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‘Make Shift Happen’ by Sharing Real-Time, Actionable CX Insights Across Your Organization

An organization that genuinely cares about the experience of its customers – as well as prospective customers – knows what dedication it takes to monitor, measure and act upon customer feedback. They also know how a vigorous CX culture will improve their bottom line, welcome news to C-suites everywhere.

Kirsti Laasio, Chief Customer Experience Officer at HappyOrNot Ltd., shared her insights this month during a keynote presentation at EuroShop 2020, a leading retail trade fair, on the value of integrating real-time reporting of customer insights into operational management. Speaking to an international audience of retail industry professionals in Dusseldorf, Germany, Kirsti said she advocates looking at customers through an omnichannel lens, paying attention to the many ways consumers engage your business – from the digital world to the physical world, referred to these days as the “phygital” world.

“Nothing is more frustrating as a customer than, for example, when you’re online for customer support and they tell you to call. Why isn’t there support where the customer is?” she asks. “Every single experience needs to be offered to the customer where the customer is at the time, not by sending the customer away to a different channel. That’s why an omnichannel approach and the merging of digital and physical is so important.”

“Good customer experience does not happen by accident,” Kirsti continued. To become a CX champion, “You must make everybody accountable. You want to empower everybody. You want to make customer insights visible. This helps take you from a ‘sh*t happens’ organization to a ‘shift happens’ one.” This is how you become a CX management champion.

Here are a few highlights of her talk, but for more details, and to enjoy Kirsti’s enthusiasm for the world of CX, watch the video here:

  • Customer insights are best served warm. Learning on Friday that your customer was frustrated with your service on Monday denies you the opportunity to smooth out a friction point immediately and send them home happy.
  • Customer insights are best shared broadly. It’s great for managers and executives to see the day’s or the week’s CX trends, but if the frontline teams don’t see them it’s a lost opportunity for internal collaboration and making meaningful improvements.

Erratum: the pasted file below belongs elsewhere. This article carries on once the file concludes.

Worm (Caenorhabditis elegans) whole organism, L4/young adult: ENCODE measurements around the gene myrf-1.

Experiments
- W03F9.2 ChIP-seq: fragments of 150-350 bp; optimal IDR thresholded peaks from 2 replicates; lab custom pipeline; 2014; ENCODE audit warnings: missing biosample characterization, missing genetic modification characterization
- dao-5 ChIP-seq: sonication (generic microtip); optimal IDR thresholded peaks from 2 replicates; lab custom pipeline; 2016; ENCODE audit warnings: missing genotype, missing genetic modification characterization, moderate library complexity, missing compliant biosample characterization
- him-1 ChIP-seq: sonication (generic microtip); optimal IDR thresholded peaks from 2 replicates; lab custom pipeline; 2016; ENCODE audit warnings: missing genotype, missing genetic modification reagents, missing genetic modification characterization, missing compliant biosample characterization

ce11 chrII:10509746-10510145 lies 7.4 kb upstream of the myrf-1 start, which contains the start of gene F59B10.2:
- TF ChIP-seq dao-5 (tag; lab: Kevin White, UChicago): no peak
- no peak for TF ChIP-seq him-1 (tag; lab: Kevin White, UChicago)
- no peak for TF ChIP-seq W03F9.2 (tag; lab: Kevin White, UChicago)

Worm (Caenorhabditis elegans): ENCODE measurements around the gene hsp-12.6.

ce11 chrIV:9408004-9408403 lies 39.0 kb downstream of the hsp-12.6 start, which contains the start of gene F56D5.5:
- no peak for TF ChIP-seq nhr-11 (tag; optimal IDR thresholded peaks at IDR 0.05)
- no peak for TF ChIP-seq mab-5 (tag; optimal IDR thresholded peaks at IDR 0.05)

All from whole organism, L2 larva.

• Non-buyer insights are essential for growth. Gathering customer data is great, but if you want new customers you must understand the experience of those who don’t buy from you. You can only learn so much from sales activity. You want insights from people who walk into your store and leave empty handed, too.
  • Crystal balls are real. Monitoring CX trends according to, for example, the time of day, seasonality, or geographical region, can help you make adjustments before a bad experience happens.
  • Dividing is a recipe for failing. Do not make CX one department’s job. Do not separate CX data from operational data. Do not silo “new business” teams from “existing business” teams. For a 360-degree view of your customers you need, as the phrase suggests, perspectives from and attention to all the ways your entire organization influences how much customers love your brand.
  • CX is good for the bottom line. CX insights have helped organizations across the globe improve their operational effectiveness (saving money) and identify new ways to delight customers (making money). A fully integrated, organization-wide, 360-degree CX program is not just nice to have. It can mean the difference between merely surviving and actively thriving as an organization.

We hope you enjoy Kirsti’s presentation as much as we did. You can also watch it on our YouTube channel here.

Want to learn more about how to positively impact the 360 customer experience in each department of your organization? Check our 6-part CX360 Leader Insights series:

Part 1: Are Your Customers Delighted? Would They Give You a Second Chance?

Part 2: Do you know what type of experience customers expect from your brand?

Part 3: Do you know what it’s like to be one of your company’s customers?

Part 4: Do you understand what your customers are trying to accomplish?

Part 5: Are You Taking Advantage of Every Opportunity to Satisfy, Impress, or Even Amaze Your Customers?

Part 6: Do you think of your employees as customers? Paying attention to a happy workplace pays dividends.

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